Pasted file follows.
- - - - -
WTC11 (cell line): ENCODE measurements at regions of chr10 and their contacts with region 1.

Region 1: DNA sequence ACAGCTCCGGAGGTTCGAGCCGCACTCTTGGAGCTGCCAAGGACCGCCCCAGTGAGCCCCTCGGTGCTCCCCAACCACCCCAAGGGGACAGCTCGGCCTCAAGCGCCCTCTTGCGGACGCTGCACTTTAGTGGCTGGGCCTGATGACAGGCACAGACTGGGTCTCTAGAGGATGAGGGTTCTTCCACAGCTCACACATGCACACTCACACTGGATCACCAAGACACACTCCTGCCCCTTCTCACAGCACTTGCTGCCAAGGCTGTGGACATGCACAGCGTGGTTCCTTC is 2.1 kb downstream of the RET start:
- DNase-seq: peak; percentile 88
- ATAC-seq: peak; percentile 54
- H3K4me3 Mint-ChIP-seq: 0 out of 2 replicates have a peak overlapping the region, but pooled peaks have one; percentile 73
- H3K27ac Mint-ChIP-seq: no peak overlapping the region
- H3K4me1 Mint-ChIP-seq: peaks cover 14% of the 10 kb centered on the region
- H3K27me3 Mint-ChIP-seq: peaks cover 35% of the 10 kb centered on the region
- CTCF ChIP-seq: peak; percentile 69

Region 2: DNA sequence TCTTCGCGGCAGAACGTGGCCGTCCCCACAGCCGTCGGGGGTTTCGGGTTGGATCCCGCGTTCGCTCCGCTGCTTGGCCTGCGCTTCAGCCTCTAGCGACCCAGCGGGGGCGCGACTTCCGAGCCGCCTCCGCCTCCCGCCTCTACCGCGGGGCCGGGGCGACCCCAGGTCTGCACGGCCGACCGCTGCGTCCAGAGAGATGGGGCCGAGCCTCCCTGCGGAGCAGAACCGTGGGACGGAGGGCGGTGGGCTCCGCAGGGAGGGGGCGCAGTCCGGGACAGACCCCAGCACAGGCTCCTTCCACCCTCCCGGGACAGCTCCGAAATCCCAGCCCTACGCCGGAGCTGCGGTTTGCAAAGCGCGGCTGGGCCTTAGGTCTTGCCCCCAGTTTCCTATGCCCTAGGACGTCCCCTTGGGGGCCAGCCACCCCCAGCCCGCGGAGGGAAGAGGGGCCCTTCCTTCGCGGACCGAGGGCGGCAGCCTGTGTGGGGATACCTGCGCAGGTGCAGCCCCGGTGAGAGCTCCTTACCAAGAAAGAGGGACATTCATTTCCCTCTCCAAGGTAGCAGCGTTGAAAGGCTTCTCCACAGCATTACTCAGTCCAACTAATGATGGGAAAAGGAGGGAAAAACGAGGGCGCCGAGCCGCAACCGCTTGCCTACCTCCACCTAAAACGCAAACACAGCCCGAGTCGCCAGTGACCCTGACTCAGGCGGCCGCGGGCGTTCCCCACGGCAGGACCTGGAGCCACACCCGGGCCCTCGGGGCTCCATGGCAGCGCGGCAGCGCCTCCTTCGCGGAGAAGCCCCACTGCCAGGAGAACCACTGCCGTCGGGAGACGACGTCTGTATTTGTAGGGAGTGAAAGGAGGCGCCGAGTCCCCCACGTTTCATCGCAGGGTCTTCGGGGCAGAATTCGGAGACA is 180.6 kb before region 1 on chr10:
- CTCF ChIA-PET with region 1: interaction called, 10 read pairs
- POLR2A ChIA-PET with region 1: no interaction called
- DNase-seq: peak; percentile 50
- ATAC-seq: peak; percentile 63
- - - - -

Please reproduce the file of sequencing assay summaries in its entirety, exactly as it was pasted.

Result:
WTC11 (cell line): ENCODE measurements at regions of chr10 and their contacts with region 1.

Region 1: DNA sequence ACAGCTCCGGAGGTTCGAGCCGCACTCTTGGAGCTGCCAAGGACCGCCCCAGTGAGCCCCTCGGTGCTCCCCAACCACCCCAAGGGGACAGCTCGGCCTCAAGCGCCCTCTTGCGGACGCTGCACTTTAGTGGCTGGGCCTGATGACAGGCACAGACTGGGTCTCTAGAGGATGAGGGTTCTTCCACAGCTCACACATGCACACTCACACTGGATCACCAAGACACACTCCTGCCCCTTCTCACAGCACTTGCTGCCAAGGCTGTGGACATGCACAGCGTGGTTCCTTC is 2.1 kb downstream of the RET start:
- DNase-seq: peak; percentile 88
- ATAC-seq: peak; percentile 54
- H3K4me3 Mint-ChIP-seq: 0 out of 2 replicates have a peak overlapping the region, but pooled peaks have one; percentile 73
- H3K27ac Mint-ChIP-seq: no peak overlapping the region
- H3K4me1 Mint-ChIP-seq: peaks cover 14% of the 10 kb centered on the region
- H3K27me3 Mint-ChIP-seq: peaks cover 35% of the 10 kb centered on the region
- CTCF ChIP-seq: peak; percentile 69

Region 2: DNA sequence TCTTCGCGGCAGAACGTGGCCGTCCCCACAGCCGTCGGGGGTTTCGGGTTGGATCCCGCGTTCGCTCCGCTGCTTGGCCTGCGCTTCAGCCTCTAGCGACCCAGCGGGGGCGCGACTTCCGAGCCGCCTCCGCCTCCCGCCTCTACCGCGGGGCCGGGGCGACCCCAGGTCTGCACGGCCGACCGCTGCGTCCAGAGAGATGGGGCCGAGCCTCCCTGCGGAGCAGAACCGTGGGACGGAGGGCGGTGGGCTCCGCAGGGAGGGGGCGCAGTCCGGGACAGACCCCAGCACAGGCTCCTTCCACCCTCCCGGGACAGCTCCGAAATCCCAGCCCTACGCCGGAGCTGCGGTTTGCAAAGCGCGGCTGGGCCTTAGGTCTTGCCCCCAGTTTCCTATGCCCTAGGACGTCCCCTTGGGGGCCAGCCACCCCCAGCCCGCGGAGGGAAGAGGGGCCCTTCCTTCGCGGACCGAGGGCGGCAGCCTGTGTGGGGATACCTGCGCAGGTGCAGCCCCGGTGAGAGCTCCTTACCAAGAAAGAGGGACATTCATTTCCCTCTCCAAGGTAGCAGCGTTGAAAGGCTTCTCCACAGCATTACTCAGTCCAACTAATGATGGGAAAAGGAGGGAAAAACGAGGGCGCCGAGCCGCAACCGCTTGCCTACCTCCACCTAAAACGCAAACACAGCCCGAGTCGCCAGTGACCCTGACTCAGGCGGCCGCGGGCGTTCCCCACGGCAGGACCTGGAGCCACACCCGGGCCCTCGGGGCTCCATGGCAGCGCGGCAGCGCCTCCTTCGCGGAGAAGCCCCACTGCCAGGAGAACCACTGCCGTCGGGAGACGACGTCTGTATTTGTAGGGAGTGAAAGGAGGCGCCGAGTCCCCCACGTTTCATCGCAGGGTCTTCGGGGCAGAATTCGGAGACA is 180.6 kb before region 1 on chr10:
- CTCF ChIA-PET with region 1: interaction called, 10 read pairs
- POLR2A ChIA-PET with region 1: no interaction called
- DNase-seq: peak; percentile 50
- ATAC-seq: peak; percentile 63